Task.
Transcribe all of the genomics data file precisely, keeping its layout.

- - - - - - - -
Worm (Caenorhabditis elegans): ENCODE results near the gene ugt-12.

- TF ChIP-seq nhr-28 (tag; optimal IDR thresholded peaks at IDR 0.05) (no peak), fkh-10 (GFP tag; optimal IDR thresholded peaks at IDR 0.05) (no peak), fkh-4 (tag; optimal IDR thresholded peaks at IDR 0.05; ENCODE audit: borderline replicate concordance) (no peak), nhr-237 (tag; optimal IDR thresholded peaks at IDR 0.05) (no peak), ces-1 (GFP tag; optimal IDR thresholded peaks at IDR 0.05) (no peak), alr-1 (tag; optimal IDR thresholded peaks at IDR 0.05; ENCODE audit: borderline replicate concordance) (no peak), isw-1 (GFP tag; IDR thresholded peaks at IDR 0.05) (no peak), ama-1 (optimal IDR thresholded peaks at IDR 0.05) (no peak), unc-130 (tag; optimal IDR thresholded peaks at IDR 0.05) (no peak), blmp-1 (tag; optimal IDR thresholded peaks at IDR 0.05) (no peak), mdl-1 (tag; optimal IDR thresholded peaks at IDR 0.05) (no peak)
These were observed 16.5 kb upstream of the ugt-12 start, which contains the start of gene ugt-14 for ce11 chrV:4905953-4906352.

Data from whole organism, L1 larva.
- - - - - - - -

Worm (Caenorhabditis elegans): ENCODE results near the gene ugt-12.

- TF ChIP-seq nhr-28 (tag; optimal IDR thresholded peaks at IDR 0.05) (no peak), fkh-10 (GFP tag; optimal IDR thresholded peaks at IDR 0.05) (no peak), fkh-4 (tag; optimal IDR thresholded peaks at IDR 0.05; ENCODE audit: borderline replicate concordance) (no peak), nhr-237 (tag; optimal IDR thresholded peaks at IDR 0.05) (no peak), ces-1 (GFP tag; optimal IDR thresholded peaks at IDR 0.05) (no peak), alr-1 (tag; optimal IDR thresholded peaks at IDR 0.05; ENCODE audit: borderline replicate concordance) (no peak), isw-1 (GFP tag; IDR thresholded peaks at IDR 0.05) (no peak), ama-1 (optimal IDR thresholded peaks at IDR 0.05) (no peak), unc-130 (tag; optimal IDR thresholded peaks at IDR 0.05) (no peak), blmp-1 (tag; optimal IDR thresholded peaks at IDR 0.05) (no peak), mdl-1 (tag; optimal IDR thresholded peaks at IDR 0.05) (no peak)
These were observed 16.5 kb upstream of the ugt-12 start, which contains the start of gene ugt-14 for ce11 chrV:4905953-4906352.

Data from whole organism, L1 larva.